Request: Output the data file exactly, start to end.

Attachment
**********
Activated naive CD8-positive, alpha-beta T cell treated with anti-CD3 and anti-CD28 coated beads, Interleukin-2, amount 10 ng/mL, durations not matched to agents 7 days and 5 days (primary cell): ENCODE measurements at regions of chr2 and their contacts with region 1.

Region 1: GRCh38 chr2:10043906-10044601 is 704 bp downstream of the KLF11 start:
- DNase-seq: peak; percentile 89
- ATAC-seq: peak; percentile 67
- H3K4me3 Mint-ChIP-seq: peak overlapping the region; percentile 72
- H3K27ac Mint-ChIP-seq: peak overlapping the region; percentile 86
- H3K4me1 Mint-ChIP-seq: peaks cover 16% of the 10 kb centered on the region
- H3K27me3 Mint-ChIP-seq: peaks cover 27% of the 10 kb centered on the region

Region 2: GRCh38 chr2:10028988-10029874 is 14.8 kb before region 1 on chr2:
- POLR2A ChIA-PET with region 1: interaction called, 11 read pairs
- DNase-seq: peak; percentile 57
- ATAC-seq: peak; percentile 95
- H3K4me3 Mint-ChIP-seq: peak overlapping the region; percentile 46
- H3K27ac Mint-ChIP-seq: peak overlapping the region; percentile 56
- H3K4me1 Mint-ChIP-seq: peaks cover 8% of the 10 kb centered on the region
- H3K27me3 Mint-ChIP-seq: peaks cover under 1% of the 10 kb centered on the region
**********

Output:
Activated naive CD8-positive, alpha-beta T cell treated with anti-CD3 and anti-CD28 coated beads, Interleukin-2, amount 10 ng/mL, durations not matched to agents 7 days and 5 days (primary cell): ENCODE measurements at regions of chr2 and their contacts with region 1.

Region 1: GRCh38 chr2:10043906-10044601 is 704 bp downstream of the KLF11 start:
- DNase-seq: peak; percentile 89
- ATAC-seq: peak; percentile 67
- H3K4me3 Mint-ChIP-seq: peak overlapping the region; percentile 72
- H3K27ac Mint-ChIP-seq: peak overlapping the region; percentile 86
- H3K4me1 Mint-ChIP-seq: peaks cover 16% of the 10 kb centered on the region
- H3K27me3 Mint-ChIP-seq: peaks cover 27% of the 10 kb centered on the region

Region 2: GRCh38 chr2:10028988-10029874 is 14.8 kb before region 1 on chr2:
- POLR2A ChIA-PET with region 1: interaction called, 11 read pairs
- DNase-seq: peak; percentile 57
- ATAC-seq: peak; percentile 95
- H3K4me3 Mint-ChIP-seq: peak overlapping the region; percentile 46
- H3K27ac Mint-ChIP-seq: peak overlapping the region; percentile 56
- H3K4me1 Mint-ChIP-seq: peaks cover 8% of the 10 kb centered on the region
- H3K27me3 Mint-ChIP-seq: peaks cover under 1% of the 10 kb centered on the region